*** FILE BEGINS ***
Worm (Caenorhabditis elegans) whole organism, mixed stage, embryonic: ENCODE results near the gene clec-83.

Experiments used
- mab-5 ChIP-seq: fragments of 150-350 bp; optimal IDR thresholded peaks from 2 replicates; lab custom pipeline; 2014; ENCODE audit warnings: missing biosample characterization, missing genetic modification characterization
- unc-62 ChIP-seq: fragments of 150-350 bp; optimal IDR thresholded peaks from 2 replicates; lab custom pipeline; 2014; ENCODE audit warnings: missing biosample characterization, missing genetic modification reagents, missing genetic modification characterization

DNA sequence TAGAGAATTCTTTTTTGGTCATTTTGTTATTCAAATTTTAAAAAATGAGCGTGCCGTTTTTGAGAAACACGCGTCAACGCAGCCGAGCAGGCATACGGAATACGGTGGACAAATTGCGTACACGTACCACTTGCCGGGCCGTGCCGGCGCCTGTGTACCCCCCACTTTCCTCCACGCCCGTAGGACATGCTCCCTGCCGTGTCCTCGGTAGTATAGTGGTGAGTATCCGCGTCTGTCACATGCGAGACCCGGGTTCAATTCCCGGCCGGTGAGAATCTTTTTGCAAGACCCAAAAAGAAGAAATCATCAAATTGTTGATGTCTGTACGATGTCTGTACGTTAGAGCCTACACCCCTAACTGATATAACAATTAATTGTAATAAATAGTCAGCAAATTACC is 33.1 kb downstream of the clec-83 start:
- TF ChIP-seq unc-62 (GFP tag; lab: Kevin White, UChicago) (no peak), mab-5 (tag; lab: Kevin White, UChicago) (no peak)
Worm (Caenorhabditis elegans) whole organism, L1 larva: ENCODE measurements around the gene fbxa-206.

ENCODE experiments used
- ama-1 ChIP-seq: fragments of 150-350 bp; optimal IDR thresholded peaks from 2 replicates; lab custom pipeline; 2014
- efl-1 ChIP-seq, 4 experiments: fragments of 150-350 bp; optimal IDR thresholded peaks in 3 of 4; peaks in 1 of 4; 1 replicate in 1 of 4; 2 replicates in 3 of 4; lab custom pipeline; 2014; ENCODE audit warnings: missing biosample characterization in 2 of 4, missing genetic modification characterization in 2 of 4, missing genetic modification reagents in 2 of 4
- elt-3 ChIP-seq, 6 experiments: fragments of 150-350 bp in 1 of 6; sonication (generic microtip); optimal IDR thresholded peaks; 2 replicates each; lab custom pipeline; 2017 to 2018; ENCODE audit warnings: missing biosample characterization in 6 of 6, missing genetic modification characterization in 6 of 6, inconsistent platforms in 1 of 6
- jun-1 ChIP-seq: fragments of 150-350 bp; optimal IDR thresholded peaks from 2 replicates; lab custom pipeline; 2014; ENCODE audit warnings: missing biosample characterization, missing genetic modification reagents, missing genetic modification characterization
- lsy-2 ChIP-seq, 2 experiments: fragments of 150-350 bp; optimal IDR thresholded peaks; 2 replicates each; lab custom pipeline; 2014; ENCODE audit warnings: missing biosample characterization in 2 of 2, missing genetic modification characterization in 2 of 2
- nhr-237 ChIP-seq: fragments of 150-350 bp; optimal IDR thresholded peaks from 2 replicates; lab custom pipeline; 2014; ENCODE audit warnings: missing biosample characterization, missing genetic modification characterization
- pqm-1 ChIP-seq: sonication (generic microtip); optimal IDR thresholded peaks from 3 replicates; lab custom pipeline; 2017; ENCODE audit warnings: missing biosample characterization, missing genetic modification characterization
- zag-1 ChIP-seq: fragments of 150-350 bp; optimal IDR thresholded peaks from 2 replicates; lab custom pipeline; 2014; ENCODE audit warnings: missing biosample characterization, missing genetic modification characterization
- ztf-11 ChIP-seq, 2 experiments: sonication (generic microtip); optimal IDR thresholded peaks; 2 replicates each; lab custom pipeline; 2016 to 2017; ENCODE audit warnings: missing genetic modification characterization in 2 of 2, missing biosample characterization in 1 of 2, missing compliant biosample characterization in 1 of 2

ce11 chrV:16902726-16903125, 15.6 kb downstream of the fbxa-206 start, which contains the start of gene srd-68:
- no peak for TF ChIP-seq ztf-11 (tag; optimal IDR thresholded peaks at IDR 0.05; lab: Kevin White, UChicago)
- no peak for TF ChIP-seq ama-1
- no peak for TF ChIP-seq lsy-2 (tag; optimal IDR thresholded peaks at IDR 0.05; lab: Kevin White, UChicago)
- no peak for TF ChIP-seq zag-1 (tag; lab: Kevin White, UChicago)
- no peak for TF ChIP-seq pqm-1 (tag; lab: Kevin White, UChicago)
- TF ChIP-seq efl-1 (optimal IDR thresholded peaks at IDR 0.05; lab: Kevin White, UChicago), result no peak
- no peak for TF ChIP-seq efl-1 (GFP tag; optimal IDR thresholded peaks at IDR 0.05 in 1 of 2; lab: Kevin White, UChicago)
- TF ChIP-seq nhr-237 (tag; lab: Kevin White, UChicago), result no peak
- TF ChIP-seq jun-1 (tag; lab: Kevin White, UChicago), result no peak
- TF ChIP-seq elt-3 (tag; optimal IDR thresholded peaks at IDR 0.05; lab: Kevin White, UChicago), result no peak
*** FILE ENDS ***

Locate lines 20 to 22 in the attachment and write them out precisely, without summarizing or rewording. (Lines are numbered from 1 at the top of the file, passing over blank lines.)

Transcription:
- no peak for TF ChIP-seq ama-1
- no peak for TF ChIP-seq lsy-2 (tag; optimal IDR thresholded peaks at IDR 0.05; lab: Kevin White, UChicago)
- no peak for TF ChIP-seq zag-1 (tag; lab: Kevin White, UChicago)